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The Mass Media

The Mass Media

The Mass Media

Di*k-tator In The Tropics

“Brazil before everything, and God above all,” are words you’d think would be enough to convince a populace that the source has an intimate connection to nationalist sentiment. But in Brazil, such words allowed one man to dominate politics and grasp the country in a move that whispered of power, influence, and global trepidation. Indeed, Jair Bolsonaro grabbed 55 percent of the vote, proving that the new global wave of far-right candidates gaining a foothold in influence is far from over.
Bolsonaro’s controversial emergence arrived just like any other dictator’s: he swept into Brazilian politics in a country that suffered a deep recession in 2016, with grand promises to “break the system” and the status quo. His history as an ex-military officer in a country that has seen a surge in violent crime gave him the evidence for voters who wish for more security. But what underlines this stance of ordered law is an expressed fondness for past dictatorships of Brazil and rhetoric that is anti-democratic and incredibly alarming.
His misogyny is one aspect to be alarmed about. In 2003, Bolsonaro told a congresswoman, “I would never rape you because you do not deserve it.” At an event in 2017, he said that having a daughter after four boys was a “weakness.” My disgust over the first comment is similar in magnitude to the Hollywood Access tape that was released of our current president; rape is a violent and abhorrent crime and to suggest to a woman that she is not deserving of rape is a disgusting statement made in the tones of toxic male privilege and the slimy grip of power by a person who is incapable of understanding just how horrible their comment was. To the second, having a girl is, and never was, a weakness. And to say such a thing makes you a weak individual and father.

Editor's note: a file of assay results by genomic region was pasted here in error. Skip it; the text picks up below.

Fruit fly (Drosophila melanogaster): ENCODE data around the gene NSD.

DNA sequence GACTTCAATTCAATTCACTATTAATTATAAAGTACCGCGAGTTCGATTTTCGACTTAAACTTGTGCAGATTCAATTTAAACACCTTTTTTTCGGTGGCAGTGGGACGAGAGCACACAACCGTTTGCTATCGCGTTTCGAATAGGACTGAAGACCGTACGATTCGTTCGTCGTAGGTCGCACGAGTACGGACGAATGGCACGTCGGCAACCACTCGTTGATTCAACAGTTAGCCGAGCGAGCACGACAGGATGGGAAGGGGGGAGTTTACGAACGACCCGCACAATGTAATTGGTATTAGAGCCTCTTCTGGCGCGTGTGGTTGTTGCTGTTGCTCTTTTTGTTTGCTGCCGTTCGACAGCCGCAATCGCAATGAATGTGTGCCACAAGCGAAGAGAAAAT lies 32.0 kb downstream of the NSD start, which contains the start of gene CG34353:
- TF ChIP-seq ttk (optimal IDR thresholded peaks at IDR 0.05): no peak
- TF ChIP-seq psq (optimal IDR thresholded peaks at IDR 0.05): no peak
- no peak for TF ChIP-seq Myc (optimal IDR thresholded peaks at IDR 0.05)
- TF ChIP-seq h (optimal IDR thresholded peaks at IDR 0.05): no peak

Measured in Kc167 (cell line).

And yet Bolsonaro still thrives on controversy. Besides misogyny, he has also expressed homophobic rhetoric. His statements, “If I see two men kissing in the street, I will hit them” to “I would not be able to love a gay son. I would rather he die in an accident,” are comments that are small-minded and show he is unfit to lead a nation. To this I say, people like him may fear the love between two individuals, but that love will never cease. In defiance, we will continue to throw this love around like the fall of confetti. For a man who is in a position of power to have a problem with whom one chooses to love is a man who is unfit to be in this position.
Bolsonaro’s comments are controversial, disgusting, and prompt wonder at how he even managed to get elected. But he did. And this is the reality Brazilians will have to live with. In the following months, I encourage them pay attention to his rhetoric that is reminiscent of a dictator. Maybe one day, such a disgusting individual will be ostracized from the political throne he now sits in.